New Delhi, April 10: Indian industry is preparing to join the worldwide scramble for Iraqi post-war reconstruction contracts even as the US begins to tighten its hold over the battered country.
Delhi is in a piquant position as it had refused to support the western coalition’s war against Saddam Hussein. But now, it is having to push for the early resumption of the UN’s oil-for-food programme, under which the global body has executed contracts for supply of goods worth $10.1 billion sourced from over 100 countries.
The Centre is sending a small delegation to New York — comprising government officials and members of the Federation of Indian Chambers of Commerce and Industry — to make a pitch for UN-mandated reconstruction contracts in Iraq as well as resumption of humanitarian aid to the war-ravaged country.
The delegation — expected to be led by R.M. Abhayankar, secretary in the external affairs ministry — will consult officials from the UN’s Office of Iraq Programme for the resumption of supply of goods and materials worth Rs 3,000 crore, which are supposed to be shipped before May 12 under Resolution 1472 passed on March 28.
“Since companies from a large number of countries are vying for such projects, time is of essence and Indian businesses urge the government to provide full support,” Ficci said in a study prepared ahead of the New York talks.
Ficci is involved in the latest initiative as the industry’s interlocutor because it handles the Indian end of affairs of the Indo-Iraq Joint Business Council.
The government-industry initiative to fish for post-war contracts comes amid growing speculation that the US and its western allies intend to stay in Iraq till they install a government led by a person of their choice who has a modicum of public support.
The US has already made it clear that it does not see a great role for the UN in the post-Saddam regime. This could complicate matters for countries such as India, which did not — and still do not — support the US military action. Early this week, Parliament passed a unanimous resolution calling for an end to the Iraq war.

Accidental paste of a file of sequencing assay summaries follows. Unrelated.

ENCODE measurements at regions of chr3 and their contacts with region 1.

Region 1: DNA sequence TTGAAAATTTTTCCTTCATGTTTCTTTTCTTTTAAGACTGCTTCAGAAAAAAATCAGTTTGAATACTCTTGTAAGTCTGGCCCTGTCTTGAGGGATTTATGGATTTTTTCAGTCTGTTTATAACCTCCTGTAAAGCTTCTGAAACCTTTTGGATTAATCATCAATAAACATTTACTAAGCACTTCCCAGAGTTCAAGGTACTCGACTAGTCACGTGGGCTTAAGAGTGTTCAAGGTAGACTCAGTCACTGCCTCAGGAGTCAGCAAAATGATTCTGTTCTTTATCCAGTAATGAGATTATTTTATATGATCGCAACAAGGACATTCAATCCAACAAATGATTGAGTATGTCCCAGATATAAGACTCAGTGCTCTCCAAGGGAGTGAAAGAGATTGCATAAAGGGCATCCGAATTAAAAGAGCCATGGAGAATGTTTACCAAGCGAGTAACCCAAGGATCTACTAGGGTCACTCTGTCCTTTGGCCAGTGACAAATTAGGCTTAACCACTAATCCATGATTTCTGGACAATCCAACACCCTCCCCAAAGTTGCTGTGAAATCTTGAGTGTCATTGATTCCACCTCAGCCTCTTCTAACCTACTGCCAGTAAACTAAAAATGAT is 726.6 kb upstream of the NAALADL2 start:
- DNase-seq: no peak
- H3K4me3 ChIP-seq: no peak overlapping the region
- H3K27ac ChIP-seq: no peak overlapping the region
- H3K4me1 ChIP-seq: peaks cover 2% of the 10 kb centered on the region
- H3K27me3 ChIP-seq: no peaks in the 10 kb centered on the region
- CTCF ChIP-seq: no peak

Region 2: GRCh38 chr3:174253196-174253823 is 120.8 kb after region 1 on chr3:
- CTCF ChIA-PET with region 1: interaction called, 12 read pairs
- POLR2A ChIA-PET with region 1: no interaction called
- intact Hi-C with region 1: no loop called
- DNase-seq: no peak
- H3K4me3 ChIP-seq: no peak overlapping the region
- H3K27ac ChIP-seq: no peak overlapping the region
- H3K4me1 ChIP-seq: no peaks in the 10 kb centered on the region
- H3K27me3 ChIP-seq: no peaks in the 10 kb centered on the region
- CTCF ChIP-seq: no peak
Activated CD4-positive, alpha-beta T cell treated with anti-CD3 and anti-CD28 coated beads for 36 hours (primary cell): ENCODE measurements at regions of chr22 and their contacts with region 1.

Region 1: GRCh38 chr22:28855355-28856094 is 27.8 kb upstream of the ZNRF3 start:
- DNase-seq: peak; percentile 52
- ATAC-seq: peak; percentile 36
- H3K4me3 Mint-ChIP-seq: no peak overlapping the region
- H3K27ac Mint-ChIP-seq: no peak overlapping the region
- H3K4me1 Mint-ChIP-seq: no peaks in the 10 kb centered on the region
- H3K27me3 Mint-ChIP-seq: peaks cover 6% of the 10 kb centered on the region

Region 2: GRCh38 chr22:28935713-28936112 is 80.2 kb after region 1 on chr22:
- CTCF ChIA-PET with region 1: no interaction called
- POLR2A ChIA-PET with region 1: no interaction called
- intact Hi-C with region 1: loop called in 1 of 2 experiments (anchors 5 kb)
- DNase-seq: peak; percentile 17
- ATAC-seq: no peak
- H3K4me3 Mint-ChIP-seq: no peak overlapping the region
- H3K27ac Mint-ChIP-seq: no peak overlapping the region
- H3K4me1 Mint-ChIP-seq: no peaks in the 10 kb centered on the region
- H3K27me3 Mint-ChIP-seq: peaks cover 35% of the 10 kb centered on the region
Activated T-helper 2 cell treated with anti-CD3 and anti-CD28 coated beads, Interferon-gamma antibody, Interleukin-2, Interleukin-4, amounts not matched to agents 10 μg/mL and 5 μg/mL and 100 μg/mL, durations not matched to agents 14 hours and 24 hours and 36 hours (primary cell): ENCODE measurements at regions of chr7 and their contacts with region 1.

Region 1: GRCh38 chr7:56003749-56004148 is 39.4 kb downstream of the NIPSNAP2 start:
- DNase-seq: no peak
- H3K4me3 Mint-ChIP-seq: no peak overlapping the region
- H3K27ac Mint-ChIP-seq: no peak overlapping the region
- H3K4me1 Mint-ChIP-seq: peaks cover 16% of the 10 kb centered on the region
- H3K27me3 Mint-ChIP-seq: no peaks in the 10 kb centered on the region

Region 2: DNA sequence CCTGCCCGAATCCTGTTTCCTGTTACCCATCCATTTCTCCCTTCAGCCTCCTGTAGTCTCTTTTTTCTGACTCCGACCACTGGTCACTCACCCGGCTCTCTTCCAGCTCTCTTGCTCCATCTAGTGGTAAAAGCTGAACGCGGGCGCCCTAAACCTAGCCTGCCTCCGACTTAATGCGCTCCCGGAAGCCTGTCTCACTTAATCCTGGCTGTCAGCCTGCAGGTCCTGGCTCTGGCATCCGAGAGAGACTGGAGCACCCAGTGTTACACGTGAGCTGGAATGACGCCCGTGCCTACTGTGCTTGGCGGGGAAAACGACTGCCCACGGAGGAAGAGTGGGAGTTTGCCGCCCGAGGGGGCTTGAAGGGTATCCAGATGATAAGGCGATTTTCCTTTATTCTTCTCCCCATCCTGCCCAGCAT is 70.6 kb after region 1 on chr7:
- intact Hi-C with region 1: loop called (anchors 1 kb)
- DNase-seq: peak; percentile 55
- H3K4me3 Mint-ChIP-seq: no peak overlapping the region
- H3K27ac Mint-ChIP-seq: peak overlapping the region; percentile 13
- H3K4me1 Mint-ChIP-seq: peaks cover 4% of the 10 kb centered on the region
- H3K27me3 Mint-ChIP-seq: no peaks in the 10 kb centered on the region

“The resumption of the UN’s oil-for-food programme, even if it is only for a period of 45 days, is a step towards the rebuilding of the war-affected economy,” the Ficci study says.
The Office of Iraq Programme has identified six priority sectors where the country’s emergency needs can be met through UN- approved and funded contracts. These are food, health, water sanitation, education, agriculture and electricity.
The Ficci study says Indian companies are ready to immediately send supplies against the Rs 3,000-crore contracts which they have to fulfil by May 12. “Further, there is scope of entering into contracts worth Rs 2,000 crore in the near future,” the study says.
According to Ficci, Indian businesses are ready to provide wheat, tea, rice and sugar at short notice, even though the items are not included in the food sector’s priority list.
“Indian companies are (also) well placed to make available electrical items, including gas turbines, generators and transformers, with a minimum lead time.”
Drugs, pharmaceutical and medical items worth Rs 100 crore, and medicines, medical disposables and equipment worth Rs 500 crore, too, can be provided immediately.
The ready-to-supply list also includes LPG cylinders, stationery and educational material, water pipes, pesticides and soyabean meals.
India had bagged a large number of construction and railway contracts -- mostly turnkey jobs -- soon after the Iran-Iraq war in the early 1980s. The number reduced to a trickle after the first Gulf war in 1991.
Now that there will be plenty of opportunities to bag construction contracts to rebuild Iraq, Indian companies may well find themselves muscled out of lucrative deals by the US and other Western corporations.